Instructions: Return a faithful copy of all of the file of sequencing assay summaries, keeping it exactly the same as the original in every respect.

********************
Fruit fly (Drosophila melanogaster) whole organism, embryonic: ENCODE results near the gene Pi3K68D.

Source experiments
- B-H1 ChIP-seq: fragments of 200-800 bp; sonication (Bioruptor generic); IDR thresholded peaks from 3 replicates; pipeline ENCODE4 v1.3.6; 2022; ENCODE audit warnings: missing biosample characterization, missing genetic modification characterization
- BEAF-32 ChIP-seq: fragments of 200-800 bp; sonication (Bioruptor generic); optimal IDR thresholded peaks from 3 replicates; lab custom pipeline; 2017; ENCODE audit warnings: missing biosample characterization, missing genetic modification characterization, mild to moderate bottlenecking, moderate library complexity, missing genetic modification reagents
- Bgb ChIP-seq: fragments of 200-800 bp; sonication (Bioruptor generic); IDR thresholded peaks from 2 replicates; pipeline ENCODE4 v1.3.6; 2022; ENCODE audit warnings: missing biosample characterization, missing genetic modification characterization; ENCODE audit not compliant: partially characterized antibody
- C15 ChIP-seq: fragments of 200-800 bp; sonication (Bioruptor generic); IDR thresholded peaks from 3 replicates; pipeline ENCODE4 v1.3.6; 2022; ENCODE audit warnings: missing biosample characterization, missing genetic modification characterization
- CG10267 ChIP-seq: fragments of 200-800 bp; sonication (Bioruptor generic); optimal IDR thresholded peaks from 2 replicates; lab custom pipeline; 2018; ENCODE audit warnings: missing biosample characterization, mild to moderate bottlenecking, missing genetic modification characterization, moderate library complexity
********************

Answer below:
Fruit fly (Drosophila melanogaster) whole organism, embryonic: ENCODE results near the gene Pi3K68D.

Source experiments
- B-H1 ChIP-seq: fragments of 200-800 bp; sonication (Bioruptor generic); IDR thresholded peaks from 3 replicates; pipeline ENCODE4 v1.3.6; 2022; ENCODE audit warnings: missing biosample characterization, missing genetic modification characterization
- BEAF-32 ChIP-seq: fragments of 200-800 bp; sonication (Bioruptor generic); optimal IDR thresholded peaks from 3 replicates; lab custom pipeline; 2017; ENCODE audit warnings: missing biosample characterization, missing genetic modification characterization, mild to moderate bottlenecking, moderate library complexity, missing genetic modification reagents
- Bgb ChIP-seq: fragments of 200-800 bp; sonication (Bioruptor generic); IDR thresholded peaks from 2 replicates; pipeline ENCODE4 v1.3.6; 2022; ENCODE audit warnings: missing biosample characterization, missing genetic modification characterization; ENCODE audit not compliant: partially characterized antibody
- C15 ChIP-seq: fragments of 200-800 bp; sonication (Bioruptor generic); IDR thresholded peaks from 3 replicates; pipeline ENCODE4 v1.3.6; 2022; ENCODE audit warnings: missing biosample characterization, missing genetic modification characterization
- CG10267 ChIP-seq: fragments of 200-800 bp; sonication (Bioruptor generic); optimal IDR thresholded peaks from 2 replicates; lab custom pipeline; 2018; ENCODE audit warnings: missing biosample characterization, mild to moderate bottlenecking, missing genetic modification characterization, moderate library complexity